It’s a beautiful July day, blue sky, sunshine, and a light breeze off the lake. As I sit at the table in our cabin in northern Minnesota, I look out the picture window at my favorite place on earth. I watch my children and their cousins fish and hunt for frogs. I listen to them making up dance routines in the bunkhouse. There are few electronics up here and cable TV is non-existent. Screen time consists of a family movie once in a blue moon. I love each and every day up north.
What does this have to do with education you may ask? EVERYTHING!
Here are just some of the things my children have learned over the years at the cabin.
When the fishing line gets stuck in a tree, snaps or they run out of worms, solutions are needed. This leads to climbing trees, learning how to re-do a fishing line, and discovering the places where worms live.
Communication Skills and Self-advocacy
Night games are a regular occurrence. I don’t know the rules of any the games! Why? Because I didn’t make up the games – the kids did. The children negotiate with each other to determine the rules of each game and what’s fair. Parents don’t intervene nor do we want to because it’s the kids’ game.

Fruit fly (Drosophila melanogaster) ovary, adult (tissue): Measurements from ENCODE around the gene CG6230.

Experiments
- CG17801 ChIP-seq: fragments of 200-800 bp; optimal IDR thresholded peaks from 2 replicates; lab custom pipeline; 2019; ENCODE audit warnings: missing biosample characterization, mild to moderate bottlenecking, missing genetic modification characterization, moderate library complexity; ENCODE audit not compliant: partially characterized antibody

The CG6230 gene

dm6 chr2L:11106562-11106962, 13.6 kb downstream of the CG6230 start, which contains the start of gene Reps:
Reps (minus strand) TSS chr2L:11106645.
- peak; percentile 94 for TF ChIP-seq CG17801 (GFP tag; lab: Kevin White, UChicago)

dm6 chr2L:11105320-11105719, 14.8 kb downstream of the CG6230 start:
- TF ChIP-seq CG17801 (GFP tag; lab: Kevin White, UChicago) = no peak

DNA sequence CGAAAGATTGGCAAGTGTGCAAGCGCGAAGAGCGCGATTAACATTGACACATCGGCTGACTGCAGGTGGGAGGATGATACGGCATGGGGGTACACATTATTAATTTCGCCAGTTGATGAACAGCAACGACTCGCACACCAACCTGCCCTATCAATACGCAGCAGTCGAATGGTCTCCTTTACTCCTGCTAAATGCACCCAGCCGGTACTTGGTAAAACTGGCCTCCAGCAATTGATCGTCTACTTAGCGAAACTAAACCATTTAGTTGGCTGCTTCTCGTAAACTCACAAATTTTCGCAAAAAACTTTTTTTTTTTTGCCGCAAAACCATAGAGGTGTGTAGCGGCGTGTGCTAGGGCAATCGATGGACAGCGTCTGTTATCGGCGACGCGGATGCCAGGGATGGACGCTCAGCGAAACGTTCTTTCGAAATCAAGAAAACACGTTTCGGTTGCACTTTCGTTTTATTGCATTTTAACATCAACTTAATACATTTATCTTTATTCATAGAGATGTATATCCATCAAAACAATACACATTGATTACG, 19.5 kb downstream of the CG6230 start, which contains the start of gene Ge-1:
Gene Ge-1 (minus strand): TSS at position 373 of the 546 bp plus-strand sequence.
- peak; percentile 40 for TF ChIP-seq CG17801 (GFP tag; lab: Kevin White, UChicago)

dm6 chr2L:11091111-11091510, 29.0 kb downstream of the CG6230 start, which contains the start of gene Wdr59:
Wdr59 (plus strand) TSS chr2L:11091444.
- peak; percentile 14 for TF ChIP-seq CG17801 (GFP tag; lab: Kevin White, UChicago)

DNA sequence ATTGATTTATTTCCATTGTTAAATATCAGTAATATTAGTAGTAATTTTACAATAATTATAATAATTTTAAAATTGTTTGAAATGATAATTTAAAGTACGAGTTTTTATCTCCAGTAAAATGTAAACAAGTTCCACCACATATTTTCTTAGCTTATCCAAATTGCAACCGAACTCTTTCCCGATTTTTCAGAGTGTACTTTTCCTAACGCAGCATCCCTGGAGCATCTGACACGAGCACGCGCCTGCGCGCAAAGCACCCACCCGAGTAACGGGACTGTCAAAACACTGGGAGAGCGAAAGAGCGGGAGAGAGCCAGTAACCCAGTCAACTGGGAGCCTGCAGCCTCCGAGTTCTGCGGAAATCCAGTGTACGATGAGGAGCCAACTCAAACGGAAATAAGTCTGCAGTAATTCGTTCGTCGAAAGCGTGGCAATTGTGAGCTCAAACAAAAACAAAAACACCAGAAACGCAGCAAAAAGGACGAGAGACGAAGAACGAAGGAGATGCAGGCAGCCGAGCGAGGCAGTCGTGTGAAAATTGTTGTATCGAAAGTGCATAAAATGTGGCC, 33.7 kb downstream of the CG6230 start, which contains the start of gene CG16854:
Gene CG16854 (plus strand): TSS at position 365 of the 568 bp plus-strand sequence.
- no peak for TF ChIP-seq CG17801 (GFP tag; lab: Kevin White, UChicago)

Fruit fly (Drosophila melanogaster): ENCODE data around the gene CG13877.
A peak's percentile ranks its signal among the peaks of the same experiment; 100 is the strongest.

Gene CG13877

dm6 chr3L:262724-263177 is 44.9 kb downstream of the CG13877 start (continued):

Trust and Confidence
It’s dark at night. Having to walk from the main cabin to the bunkhouse can be scary. Or having to find a safe way out of tree you just climbed can be enough to make any kid nervous. (Not to mention Mom!) But once children learn to trust their instincts and make it to the other side of the challenge, confidence explodes.
Each of these skills is vital to success in and out of school. You can help develop these life-skills in your children at a cabin retreat or at home.
- When a problem arises first ask your child how he could fix it. Wait! Give him time to think about it. Parents too often jump in to fix problems. Most of the time a child can do it himself.
- When children are playing, encourage them to establish rules before starting a new game. Kids can even write the rules out for all to see. Then, if a conflict arises, the children can find a fair resolution rather than resorting to Mom or Dad to solve the issue.
- When your child is scared or stuck in a dilemma, talk him through the issue step by step. This will help to build trust in self and God-given abilities.
Many things we need to be successful in school and in life are not taught in a classroom or textbook. Use this summer to help your child learn all they can.
Happy summer from my family to yours!
By Megan Stone, founder and president of Stone Foundations of Learning, Inc.. She has been working with students and faculty members across the country for over fifteen years. Megan is the author of The Ownership Series (for post secondary students) and Own Your Education: A Student’s Guide to Greater Success in School (and Life). Contact Megan at Stone Foundation of Learning, Inc.